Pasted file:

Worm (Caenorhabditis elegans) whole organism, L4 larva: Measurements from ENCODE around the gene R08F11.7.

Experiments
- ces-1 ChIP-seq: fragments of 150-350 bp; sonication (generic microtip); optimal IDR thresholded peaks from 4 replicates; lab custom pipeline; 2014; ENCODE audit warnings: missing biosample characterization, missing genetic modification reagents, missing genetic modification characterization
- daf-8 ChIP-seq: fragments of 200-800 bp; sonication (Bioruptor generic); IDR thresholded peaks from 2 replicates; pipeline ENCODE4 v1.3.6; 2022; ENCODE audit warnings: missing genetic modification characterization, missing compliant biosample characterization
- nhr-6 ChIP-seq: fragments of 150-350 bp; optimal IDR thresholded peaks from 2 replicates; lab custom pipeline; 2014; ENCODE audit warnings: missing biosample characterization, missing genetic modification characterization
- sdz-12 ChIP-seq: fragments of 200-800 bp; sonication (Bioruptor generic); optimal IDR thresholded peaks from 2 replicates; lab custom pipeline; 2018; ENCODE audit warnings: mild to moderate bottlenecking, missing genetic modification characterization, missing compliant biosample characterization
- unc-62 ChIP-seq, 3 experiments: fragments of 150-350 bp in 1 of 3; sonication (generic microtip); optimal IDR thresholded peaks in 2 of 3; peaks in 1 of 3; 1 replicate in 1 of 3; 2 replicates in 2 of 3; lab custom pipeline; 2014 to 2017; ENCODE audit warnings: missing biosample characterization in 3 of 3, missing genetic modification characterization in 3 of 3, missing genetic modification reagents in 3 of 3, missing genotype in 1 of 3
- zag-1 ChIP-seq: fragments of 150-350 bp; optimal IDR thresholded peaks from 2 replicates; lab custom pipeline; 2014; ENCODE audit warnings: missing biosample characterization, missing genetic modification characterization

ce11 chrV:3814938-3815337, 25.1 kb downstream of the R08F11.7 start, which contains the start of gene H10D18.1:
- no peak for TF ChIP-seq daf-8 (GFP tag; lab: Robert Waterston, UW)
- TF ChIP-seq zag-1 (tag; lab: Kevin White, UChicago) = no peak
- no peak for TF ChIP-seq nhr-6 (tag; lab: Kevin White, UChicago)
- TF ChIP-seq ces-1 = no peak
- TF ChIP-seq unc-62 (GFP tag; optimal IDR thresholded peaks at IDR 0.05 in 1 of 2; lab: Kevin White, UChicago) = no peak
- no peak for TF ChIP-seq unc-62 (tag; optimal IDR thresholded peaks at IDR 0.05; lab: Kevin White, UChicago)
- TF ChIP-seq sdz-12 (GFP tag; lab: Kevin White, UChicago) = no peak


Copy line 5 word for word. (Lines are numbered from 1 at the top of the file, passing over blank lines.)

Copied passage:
- nhr-6 ChIP-seq: fragments of 150-350 bp; optimal IDR thresholded peaks from 2 replicates; lab custom pipeline; 2014; ENCODE audit warnings: missing biosample characterization, missing genetic modification characterization